21. april 2022
EM Corporate Debt – Big enough to be considered a standalone asset class?
By The Corporate Credit Team
Investors can improve the risk/return profile of their Emerging Market Sovereign Fixed Income portfolios by including EM Corporate Bonds. Diversification will increase, rate sensitivity will fall, and the Information Ratio should rise as it has done historically.
- EM Corporate Debt market offer strong risk-adjusted returns
- EM Corporate Debt market is now larger than the US HY market, well diversified across countries, issuers, and sectors.
- Sovereign Rating constraints punish strong companies in weak economies which can be exploited to increase the return potential without increasing the default expectations.
- Lower rate sensitivity. Corporates normally issue shorter dated bonds which combined with higher coupons results in lower duration and therefore less sensitivity to rising rates.
- Absalon EM Corporate Debt’s active value approach has produced outperformance
Better return, lower volatility
Historically EM Sovereign debt and EM Corporate debt returns have been highly correlated making the assumed more liquid and mature Sovereign market the preferred asset class for investors to gain EM fixed income exposure.
However, during the last decade EM Corporate Debt has outperformed both Hard and Local Currency Sovereign Debt. Not only have investors been able to obtain higher returns from EM Corporate debt - they have also gained the higher return with less volatility. Historically standard deviation on EM Corporate Debt and EM Sovereign Debt has been 5.5% and 7.2%, respectively. Beta on EM corporate Debt has been around 0.7 compared to EM Sovereign Bonds.
Source: EM Corporate Debt is ICE BAML Emerging Markets Corporate Plus Index (EMCB) EUR-Hedged, EM Sovereign Debt is ICE BAML Emerging Markets External Sovereign Index (EMGB) EUR-Hedged, Monthly returns from 2015 to ultimo 2021. Beta regression is EMCB = 0.7186x+0.001, R2 =0.8617, with x=EMGB.
The lower volatility is a product of many factors. Firstly, investors not only get exposure to bonds with a similar level of yield but with a substantially lower duration. Secondly, the average credit quality for corporates measured by ratings has historically been higher and with a smaller tail of poor credits keeping defaults at low levels. Therefore, volatility adjusted returns have been better for EM Corporate debt.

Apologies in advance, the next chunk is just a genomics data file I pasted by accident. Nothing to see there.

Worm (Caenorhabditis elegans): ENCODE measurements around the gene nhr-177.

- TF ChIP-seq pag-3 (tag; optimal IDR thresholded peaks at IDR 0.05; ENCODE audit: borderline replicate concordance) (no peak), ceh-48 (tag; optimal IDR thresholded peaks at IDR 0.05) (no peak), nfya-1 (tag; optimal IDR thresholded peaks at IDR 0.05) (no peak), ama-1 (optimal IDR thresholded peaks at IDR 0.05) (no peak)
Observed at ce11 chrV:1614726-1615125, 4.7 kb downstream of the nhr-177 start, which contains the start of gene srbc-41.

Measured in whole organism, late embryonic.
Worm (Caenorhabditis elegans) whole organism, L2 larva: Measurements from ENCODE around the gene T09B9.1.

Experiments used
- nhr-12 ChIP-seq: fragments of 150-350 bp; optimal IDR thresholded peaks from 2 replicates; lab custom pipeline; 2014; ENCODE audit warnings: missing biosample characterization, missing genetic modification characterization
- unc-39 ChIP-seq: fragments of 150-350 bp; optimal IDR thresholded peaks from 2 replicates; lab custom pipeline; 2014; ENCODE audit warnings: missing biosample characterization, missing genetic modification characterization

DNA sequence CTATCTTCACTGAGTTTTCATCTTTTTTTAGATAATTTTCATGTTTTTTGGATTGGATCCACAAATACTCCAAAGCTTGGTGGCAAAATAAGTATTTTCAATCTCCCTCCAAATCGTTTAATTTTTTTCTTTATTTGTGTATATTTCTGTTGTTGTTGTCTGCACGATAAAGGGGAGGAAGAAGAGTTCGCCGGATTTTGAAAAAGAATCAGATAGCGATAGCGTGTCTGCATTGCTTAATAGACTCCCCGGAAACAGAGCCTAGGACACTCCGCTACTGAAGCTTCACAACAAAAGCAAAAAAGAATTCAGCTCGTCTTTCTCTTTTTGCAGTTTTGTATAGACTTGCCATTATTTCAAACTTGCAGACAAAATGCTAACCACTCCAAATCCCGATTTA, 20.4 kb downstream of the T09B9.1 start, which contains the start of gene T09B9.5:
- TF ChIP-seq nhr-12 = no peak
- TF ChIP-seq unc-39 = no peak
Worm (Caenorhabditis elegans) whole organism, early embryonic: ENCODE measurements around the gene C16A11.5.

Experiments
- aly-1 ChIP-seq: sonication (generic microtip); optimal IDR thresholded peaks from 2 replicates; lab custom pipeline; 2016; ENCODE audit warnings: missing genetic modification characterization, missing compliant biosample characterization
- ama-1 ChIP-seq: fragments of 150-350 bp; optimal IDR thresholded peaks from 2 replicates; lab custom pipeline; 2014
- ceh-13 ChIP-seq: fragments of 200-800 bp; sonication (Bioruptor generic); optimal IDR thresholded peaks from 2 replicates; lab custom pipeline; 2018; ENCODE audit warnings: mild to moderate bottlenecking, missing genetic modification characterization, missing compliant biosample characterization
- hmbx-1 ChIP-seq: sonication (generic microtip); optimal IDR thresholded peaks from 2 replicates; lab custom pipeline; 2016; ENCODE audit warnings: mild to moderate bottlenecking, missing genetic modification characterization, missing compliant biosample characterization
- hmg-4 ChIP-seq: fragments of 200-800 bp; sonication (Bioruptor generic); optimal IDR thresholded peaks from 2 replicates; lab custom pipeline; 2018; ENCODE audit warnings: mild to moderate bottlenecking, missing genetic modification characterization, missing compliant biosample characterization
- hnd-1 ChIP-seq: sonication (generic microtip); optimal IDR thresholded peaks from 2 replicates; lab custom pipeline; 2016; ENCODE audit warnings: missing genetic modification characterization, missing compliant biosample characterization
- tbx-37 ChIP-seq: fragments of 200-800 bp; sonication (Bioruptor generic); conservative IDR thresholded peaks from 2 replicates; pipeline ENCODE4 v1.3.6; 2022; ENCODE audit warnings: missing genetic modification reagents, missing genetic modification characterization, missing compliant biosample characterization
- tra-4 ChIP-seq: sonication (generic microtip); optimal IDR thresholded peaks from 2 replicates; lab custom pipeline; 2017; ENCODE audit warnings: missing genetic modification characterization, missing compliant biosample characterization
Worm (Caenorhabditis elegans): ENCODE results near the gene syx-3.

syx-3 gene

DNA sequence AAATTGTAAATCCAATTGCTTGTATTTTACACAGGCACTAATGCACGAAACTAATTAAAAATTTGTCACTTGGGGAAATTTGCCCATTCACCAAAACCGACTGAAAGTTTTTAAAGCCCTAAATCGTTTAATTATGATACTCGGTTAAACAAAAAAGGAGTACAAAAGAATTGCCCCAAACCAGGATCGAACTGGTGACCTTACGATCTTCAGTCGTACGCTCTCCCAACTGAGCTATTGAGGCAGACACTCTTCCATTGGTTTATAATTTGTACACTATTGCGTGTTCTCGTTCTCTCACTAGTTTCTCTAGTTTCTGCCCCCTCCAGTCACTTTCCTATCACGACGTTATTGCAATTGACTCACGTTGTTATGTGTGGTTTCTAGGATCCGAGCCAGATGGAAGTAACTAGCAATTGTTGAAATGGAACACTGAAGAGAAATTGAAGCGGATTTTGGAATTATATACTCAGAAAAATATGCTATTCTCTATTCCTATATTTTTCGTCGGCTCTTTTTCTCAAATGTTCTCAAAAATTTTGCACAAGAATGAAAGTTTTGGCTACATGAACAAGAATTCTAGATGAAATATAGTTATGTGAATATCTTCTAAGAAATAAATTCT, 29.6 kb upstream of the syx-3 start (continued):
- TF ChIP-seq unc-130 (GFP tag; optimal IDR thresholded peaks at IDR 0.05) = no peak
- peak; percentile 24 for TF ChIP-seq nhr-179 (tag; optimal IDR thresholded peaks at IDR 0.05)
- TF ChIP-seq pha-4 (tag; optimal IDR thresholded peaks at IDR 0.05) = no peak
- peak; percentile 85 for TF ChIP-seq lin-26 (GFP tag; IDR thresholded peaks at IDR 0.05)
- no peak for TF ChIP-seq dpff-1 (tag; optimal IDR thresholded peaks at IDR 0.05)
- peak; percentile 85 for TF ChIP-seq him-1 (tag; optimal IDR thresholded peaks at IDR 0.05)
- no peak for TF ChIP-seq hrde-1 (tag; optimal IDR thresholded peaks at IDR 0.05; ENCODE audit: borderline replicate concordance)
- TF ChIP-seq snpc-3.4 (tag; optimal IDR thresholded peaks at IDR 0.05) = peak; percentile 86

Examining the Sharpe Ratios for EM fixed income assets, EM Corporate Debt market has generated a significantly better Sharpe Ratio relative to EM Sovereign Debt and EM Local Currency markets. EM Corporates offer the strongest risk-adjusted returns historically over 5 or 10 year periods. Lower duration and greater diversification across sectors may explain the lower downside risk in highly volatile periods.
EM Corporate Debt has matured into a standalone asset class
Much has changed since we launched our EM Corporate Debt strategy back in October 2010. Back then, the EM Corporate Bond market was similar in size to the EM Sovereign Bond market. Over the last decade Emerging Market economies have experienced significant growth and corporates have diversified their funding strategies away from a reliance purely on bank loans to include bond issuance. This has dramatically increased the overall size of the EM corporate bond market. Today the EM Corporate bond market is almost 50% larger than the EM Sovereign bond market.
The growth of the overall EM Debt market and the growing acceptance of the asset class has increased diversification across multiple measures. Larger corporates have multiple issues spread across different maturities and diversification has increased across sector and geography. Since 2010 the top 5 sectors made up close to 75% of the index. Today this figure has fallen to 60%. The bottom 5 sectors have over the same period increased from sub 1% to about 4% today – an even larger percentage if the numbers are adjusted for quasi sovereign and agency issuers.
The EM corporate debt market today is larger than the US High Yield market both in terms of the number of underlying bonds and the number of issuers, although diversification across sectors is slightly more concentrated in EM – as an example Energy is more concentrated in EM Indices with weights over 20% compared to roughly 11% in the US High Yield market. Nonetheless, this does not change the fact, that EM Corporate debt markets today are larger and more diversified making it easier for active managers and investors to achieve the preferred risk profile.